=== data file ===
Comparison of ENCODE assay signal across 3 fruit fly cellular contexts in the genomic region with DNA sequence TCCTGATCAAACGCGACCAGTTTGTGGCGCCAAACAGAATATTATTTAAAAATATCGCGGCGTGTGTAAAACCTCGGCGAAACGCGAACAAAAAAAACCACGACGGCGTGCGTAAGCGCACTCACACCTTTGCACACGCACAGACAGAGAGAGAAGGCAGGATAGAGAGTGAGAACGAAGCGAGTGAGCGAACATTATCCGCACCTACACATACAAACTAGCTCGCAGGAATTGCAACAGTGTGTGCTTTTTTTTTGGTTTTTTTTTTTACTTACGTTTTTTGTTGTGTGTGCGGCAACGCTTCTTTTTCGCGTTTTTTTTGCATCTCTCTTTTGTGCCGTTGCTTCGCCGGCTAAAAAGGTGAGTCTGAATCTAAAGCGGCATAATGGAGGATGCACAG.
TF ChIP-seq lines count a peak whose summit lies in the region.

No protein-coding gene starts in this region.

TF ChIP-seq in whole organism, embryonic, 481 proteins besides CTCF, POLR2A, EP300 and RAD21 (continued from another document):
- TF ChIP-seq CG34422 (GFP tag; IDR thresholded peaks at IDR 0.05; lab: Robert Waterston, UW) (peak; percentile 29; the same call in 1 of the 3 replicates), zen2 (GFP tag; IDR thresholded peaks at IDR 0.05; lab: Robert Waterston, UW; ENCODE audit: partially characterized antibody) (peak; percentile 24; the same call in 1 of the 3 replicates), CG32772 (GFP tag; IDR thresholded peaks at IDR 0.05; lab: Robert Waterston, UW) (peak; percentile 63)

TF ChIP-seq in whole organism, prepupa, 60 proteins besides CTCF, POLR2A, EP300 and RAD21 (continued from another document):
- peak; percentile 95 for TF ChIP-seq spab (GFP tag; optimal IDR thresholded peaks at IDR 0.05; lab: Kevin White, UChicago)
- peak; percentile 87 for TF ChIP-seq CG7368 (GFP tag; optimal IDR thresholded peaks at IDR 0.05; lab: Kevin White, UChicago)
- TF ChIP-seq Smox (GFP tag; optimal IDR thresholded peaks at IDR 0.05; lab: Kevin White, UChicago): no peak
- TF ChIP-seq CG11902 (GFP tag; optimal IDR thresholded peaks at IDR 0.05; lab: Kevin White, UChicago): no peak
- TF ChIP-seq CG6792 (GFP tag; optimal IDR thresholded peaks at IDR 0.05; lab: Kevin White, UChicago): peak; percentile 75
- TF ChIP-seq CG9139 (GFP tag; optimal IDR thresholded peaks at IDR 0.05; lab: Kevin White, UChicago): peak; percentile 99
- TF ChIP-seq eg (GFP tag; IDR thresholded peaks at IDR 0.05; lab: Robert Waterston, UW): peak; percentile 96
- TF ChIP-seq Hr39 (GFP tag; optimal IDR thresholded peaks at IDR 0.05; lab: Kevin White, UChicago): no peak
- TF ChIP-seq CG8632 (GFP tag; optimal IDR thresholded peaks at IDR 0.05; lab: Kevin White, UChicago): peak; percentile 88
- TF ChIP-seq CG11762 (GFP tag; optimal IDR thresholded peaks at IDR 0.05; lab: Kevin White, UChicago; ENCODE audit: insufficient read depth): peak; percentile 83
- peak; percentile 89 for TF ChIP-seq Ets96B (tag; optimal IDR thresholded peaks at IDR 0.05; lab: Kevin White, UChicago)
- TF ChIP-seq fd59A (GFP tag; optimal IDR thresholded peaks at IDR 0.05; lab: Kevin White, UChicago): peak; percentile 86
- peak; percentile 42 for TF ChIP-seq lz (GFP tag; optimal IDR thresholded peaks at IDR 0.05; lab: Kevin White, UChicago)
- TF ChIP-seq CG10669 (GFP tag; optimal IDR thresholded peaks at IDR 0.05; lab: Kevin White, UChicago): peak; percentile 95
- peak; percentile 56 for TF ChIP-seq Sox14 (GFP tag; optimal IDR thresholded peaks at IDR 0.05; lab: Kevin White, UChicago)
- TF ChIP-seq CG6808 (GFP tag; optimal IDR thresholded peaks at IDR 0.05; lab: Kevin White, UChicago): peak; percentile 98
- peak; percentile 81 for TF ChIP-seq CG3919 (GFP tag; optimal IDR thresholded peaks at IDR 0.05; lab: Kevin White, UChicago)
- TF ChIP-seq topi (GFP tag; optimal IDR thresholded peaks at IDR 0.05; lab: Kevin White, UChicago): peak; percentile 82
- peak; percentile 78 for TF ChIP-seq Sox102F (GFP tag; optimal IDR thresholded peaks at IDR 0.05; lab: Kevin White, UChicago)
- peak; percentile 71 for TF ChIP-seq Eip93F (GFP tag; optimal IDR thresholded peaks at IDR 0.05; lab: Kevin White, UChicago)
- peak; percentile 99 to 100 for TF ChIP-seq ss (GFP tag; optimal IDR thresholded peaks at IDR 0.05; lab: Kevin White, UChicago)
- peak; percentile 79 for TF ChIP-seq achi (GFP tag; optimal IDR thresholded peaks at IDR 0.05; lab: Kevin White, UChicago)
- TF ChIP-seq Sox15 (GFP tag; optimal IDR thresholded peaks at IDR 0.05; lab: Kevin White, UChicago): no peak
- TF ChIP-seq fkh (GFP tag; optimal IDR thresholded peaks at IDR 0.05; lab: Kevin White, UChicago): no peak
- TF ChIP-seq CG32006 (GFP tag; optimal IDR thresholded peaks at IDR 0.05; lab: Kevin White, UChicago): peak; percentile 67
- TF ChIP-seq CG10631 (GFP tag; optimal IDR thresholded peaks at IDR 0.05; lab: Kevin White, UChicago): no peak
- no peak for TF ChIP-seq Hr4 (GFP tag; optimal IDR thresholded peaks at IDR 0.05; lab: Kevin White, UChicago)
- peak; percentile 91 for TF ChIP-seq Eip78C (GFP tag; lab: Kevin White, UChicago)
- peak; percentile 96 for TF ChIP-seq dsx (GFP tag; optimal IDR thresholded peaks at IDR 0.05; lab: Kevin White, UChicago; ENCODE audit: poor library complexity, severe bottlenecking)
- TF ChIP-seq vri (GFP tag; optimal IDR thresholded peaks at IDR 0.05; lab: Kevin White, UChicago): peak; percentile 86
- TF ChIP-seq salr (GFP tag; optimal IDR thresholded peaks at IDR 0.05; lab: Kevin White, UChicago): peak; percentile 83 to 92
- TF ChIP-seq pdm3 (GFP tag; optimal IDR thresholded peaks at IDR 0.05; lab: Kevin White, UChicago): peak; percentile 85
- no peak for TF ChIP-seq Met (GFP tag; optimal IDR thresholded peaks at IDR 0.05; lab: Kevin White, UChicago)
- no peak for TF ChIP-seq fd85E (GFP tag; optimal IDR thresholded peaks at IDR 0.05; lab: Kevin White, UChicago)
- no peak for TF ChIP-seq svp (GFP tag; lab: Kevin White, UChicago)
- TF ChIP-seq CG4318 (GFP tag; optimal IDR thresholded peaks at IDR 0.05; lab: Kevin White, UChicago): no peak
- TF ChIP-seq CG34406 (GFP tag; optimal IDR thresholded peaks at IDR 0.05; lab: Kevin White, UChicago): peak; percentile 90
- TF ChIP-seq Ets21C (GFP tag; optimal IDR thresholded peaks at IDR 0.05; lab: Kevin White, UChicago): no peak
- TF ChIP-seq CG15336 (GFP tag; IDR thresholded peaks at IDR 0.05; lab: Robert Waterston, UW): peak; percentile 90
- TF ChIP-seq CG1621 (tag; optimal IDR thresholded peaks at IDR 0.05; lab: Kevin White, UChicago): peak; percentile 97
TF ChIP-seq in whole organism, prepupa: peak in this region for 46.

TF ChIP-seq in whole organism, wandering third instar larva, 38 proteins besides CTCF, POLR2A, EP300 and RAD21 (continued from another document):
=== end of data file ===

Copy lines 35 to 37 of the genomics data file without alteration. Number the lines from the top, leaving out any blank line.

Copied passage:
- peak; percentile 96 for TF ChIP-seq dsx (GFP tag; optimal IDR thresholded peaks at IDR 0.05; lab: Kevin White, UChicago; ENCODE audit: poor library complexity, severe bottlenecking)
- TF ChIP-seq vri (GFP tag; optimal IDR thresholded peaks at IDR 0.05; lab: Kevin White, UChicago): peak; percentile 86
- TF ChIP-seq salr (GFP tag; optimal IDR thresholded peaks at IDR 0.05; lab: Kevin White, UChicago): peak; percentile 83 to 92